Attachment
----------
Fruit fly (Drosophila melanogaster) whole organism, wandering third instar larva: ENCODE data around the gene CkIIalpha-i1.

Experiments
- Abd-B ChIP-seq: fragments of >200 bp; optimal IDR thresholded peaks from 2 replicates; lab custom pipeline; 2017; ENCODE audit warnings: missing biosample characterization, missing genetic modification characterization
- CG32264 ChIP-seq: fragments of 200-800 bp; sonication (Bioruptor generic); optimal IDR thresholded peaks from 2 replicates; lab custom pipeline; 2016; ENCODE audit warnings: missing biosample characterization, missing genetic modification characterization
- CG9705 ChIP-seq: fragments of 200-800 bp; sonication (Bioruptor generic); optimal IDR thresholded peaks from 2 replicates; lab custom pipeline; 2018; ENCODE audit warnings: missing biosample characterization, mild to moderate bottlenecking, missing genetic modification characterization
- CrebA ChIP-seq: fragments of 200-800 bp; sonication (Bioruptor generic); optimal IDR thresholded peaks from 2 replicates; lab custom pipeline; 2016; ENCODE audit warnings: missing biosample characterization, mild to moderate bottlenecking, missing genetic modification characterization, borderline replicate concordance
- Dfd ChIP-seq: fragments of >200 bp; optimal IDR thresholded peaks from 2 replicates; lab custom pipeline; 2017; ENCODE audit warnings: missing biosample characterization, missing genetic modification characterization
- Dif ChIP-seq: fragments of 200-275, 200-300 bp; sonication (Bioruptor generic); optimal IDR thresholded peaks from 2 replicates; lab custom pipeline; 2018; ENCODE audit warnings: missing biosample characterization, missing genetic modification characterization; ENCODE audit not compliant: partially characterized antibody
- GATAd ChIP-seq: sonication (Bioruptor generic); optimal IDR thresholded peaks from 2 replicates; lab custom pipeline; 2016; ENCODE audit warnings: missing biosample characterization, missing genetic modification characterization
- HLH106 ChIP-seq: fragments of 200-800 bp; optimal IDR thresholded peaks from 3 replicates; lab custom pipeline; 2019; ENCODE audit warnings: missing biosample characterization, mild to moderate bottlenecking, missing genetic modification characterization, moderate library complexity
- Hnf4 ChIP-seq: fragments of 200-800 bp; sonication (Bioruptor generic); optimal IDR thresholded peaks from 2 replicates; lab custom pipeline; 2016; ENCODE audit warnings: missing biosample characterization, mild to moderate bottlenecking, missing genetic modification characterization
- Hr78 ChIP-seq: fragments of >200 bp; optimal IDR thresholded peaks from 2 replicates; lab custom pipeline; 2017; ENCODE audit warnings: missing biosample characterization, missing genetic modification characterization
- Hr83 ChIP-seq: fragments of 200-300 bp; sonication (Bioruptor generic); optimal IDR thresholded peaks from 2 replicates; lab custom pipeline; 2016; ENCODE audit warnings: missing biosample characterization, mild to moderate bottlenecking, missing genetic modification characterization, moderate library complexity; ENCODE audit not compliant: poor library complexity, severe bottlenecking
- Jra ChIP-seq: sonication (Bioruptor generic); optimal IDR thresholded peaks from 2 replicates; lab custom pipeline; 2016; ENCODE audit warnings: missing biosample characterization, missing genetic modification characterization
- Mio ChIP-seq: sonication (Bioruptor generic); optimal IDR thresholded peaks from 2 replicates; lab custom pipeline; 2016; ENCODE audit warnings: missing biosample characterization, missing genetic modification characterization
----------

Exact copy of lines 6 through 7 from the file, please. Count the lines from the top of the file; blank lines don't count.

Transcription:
- CrebA ChIP-seq: fragments of 200-800 bp; sonication (Bioruptor generic); optimal IDR thresholded peaks from 2 replicates; lab custom pipeline; 2016; ENCODE audit warnings: missing biosample characterization, mild to moderate bottlenecking, missing genetic modification characterization, borderline replicate concordance
- Dfd ChIP-seq: fragments of >200 bp; optimal IDR thresholded peaks from 2 replicates; lab custom pipeline; 2017; ENCODE audit warnings: missing biosample characterization, missing genetic modification characterization